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                          #72
                          Hi Tracey,

                          You said your Dad is on a large volume of breath on the vent?

                          What is his volume, cuff-inflated and cuff-deflated?

                          It's been a long time, but I believe my cuff-inflated volume was 700 cc and it was increased to either 1000 or 1100 cc when deflated during rehab. The increase is to account for what will be exhaled out the mouth and/or nose.

                          My volume now stays at 1000 cc, and with the PMV on, when I'm NOT speaking, I actively exhale some air WHILE the vent is giving me a breath. I receive 13 BPM on SIMV mode (which allows for some breath-initiation, which can shorten the pause between breaths).

                          Incidentally, the first goal is to tolerate the cuff being deflated for as long as possible (since it's required for speech), and if one can go with it deflated "permanently" then I highly recommend a cuffless-style trach. When I switched to a cuffless trach, my secretions decreased a noticeable amount and trach changes became MUCH easier.

                          Why?

                          Think of a deflated cuff like a plastic raft one would use in a swimming pool. Point being: even when deflated, there's still much plastic. And for some reason, I had granulation tissue that would adhere itself to the plastic cuff -- but not the plastic of the trach. My pulmonologist literally used to rip the trach from the granulation tissue when changing my trach. Nasty, bloody, and painful. Ironically, that's the only time we would inflate my cuff, until the bleeding stopped. But without the cuff, my granulation tissue doesn't adhere to my trach, and we now change my trach here at home, much more comfortably and easily, and without a bloody mess.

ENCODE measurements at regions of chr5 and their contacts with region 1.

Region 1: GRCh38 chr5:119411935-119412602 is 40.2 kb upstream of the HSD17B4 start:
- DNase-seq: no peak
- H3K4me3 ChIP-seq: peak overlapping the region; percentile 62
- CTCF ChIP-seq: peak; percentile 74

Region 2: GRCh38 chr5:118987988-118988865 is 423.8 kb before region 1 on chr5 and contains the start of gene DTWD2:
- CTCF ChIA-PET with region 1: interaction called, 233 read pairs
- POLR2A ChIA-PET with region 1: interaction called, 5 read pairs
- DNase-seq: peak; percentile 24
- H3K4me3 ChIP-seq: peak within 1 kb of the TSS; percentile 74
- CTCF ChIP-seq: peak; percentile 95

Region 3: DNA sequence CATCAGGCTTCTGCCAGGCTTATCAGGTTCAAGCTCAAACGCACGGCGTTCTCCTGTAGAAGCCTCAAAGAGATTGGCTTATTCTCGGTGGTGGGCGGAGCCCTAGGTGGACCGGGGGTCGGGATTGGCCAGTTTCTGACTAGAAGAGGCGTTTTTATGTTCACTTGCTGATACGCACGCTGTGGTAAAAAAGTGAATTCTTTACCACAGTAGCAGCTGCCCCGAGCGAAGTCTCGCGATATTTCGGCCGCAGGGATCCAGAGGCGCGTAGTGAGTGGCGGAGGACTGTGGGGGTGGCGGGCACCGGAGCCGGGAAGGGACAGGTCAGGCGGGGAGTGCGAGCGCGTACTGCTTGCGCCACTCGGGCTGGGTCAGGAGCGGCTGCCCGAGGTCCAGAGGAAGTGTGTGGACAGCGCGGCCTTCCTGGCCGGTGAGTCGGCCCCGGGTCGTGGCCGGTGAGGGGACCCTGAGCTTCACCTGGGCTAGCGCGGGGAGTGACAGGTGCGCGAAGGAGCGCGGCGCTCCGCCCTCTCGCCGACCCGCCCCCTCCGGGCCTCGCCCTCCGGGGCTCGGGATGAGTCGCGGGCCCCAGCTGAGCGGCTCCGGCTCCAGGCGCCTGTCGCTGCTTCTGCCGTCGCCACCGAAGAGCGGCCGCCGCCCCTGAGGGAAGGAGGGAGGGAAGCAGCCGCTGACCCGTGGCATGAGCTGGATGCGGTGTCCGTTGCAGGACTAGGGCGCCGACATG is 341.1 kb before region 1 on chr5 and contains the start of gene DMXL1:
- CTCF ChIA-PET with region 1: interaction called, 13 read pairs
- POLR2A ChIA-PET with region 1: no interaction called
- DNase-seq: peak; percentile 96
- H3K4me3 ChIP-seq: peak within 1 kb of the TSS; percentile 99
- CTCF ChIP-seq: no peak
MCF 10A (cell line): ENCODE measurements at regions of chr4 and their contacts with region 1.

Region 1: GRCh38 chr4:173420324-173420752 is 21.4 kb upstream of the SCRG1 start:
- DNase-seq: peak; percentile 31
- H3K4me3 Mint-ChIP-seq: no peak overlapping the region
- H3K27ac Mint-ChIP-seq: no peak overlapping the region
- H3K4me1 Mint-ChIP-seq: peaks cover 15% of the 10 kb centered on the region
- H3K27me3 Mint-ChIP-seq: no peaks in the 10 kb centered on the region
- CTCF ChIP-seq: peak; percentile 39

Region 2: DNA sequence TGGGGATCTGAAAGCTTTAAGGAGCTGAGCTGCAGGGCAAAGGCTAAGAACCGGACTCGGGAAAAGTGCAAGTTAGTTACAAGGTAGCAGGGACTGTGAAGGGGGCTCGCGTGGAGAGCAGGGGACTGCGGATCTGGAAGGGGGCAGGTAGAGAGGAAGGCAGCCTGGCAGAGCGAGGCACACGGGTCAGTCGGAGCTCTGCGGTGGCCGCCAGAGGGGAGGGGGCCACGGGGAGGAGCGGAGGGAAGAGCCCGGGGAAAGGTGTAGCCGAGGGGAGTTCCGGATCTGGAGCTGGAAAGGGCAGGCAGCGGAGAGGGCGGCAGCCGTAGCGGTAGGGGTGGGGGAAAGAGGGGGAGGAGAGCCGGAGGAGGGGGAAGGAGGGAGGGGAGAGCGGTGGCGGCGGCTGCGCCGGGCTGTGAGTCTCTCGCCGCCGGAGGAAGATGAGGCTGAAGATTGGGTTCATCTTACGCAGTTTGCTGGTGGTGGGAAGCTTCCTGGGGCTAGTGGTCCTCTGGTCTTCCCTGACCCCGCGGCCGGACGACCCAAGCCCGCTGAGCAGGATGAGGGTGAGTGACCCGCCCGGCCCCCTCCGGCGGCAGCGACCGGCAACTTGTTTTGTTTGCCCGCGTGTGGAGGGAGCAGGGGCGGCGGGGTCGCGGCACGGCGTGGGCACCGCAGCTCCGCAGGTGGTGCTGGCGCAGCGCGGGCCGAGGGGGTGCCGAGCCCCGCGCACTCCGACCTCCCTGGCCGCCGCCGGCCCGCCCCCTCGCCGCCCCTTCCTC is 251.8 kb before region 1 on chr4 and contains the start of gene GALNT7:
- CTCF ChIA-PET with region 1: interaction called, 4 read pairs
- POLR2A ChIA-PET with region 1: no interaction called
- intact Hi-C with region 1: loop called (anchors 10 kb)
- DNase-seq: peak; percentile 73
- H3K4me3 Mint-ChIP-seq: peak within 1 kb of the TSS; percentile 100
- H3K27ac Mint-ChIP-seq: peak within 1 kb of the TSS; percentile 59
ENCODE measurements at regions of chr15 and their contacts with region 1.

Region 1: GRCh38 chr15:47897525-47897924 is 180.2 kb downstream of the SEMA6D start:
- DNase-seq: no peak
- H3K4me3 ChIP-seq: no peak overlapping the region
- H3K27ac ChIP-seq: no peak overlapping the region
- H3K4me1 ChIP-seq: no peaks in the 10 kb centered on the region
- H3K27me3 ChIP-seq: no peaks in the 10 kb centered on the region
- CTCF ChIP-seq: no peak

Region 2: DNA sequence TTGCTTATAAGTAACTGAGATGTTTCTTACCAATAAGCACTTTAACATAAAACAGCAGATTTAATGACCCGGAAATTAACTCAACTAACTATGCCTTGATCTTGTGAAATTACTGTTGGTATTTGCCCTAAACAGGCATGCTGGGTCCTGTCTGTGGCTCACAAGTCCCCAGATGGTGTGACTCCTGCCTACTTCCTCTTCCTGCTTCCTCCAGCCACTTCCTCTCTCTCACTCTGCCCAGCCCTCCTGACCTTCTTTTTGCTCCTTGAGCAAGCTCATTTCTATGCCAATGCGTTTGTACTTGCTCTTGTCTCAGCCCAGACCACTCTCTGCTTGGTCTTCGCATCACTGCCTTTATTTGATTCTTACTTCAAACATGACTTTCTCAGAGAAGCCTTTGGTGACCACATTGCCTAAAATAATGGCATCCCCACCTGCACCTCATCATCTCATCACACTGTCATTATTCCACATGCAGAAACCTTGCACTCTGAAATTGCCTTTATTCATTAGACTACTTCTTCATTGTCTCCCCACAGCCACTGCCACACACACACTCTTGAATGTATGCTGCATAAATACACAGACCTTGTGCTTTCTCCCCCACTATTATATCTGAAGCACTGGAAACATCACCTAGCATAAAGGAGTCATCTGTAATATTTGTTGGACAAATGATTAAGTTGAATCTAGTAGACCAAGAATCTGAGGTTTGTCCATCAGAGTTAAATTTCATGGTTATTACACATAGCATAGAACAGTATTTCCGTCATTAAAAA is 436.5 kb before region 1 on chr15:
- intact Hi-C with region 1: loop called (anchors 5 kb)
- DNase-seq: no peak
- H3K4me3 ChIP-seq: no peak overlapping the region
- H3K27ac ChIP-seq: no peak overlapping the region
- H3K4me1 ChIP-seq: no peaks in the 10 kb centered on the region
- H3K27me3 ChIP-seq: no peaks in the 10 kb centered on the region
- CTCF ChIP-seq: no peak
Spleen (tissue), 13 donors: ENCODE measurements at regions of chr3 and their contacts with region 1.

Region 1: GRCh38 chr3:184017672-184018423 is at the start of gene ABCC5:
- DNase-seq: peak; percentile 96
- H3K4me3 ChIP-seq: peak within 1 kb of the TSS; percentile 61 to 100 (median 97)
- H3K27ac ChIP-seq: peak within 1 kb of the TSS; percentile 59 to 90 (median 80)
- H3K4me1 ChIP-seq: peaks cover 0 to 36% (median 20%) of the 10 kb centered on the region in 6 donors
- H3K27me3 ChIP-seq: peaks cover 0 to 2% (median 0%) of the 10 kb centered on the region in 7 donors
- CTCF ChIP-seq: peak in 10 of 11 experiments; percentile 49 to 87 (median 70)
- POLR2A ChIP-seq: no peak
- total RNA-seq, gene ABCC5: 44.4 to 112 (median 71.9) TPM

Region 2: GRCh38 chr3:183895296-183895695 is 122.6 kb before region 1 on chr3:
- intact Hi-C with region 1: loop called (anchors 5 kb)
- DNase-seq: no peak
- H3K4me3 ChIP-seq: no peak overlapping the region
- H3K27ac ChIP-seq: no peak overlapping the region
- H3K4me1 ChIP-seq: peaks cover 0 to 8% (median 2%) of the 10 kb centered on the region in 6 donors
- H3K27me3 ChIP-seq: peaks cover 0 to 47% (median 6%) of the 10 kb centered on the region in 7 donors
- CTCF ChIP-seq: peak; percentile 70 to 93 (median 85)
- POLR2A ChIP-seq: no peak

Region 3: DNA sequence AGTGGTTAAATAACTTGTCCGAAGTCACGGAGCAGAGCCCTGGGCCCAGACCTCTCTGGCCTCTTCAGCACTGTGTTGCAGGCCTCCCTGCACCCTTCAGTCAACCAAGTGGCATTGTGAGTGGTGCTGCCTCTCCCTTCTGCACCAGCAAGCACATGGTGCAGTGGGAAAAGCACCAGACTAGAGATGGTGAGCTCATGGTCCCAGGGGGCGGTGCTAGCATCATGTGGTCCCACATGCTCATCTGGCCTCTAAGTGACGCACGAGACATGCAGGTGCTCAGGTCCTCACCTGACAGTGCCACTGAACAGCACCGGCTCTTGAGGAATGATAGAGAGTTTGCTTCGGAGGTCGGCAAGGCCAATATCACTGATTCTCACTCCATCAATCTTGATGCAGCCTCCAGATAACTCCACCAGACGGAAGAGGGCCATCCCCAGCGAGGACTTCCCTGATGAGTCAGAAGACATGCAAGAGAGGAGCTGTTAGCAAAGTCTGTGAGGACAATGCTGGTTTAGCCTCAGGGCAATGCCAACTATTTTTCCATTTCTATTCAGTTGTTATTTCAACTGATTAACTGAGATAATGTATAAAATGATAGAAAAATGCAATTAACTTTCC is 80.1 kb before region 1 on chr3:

Bill
                          Wheelchair users -- even high-level quads... WANNA BOWL?

                          I'm a C1-2 with a legit 255 high bowling game.

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                            #73
                            It's probably different for everyone, but I hated having a cuff with a fiery passion. I'm convinced they made my secretion levels much higher from the extra irritation, and like Bill, trach changes made me anxious for days in advance. Things got a lot easier with the combo of a pacer and a cuffless silver trach. Silver seems to be less irritating than plastic for me. Does your dad have trouble with aspiration? I believe that's one of the main rationales for a cuff.

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                              #74
                              Scaper1,

                              What type of trach, specifically, do you have?

                              And how often is it changed?

                              Just curious. Thanks in advance.

                              Bill
                              Wheelchair users -- even high-level quads... WANNA BOWL?

                              I'm a C1-2 with a legit 255 high bowling game.

                              Comment


                                #75
                                Bill, I use a size 6 silver Jackson long, with a low-profile lock that was designed locally and is very hard to find. We change it every two weeks. I have 3 sets and just boil to sterilize.

                                It took a long while to settle on a trach that made me, well, comfortable isn't the right word, but at least less uncomfortable. I really feel badly for your dad Tracey, he's so new to this and likely can't articulate or even identify specific sources of irritation. Some trachs curve a certain way that digs into the trachea wall or sets of one's gag reflex. The only way to know if there's a better option is to keep trying, which isn't easy, I know. Seating\ sleeping position also affect the way a trach tube sits. Or a twisted trach collar. Sometimes even a small adjustment helps.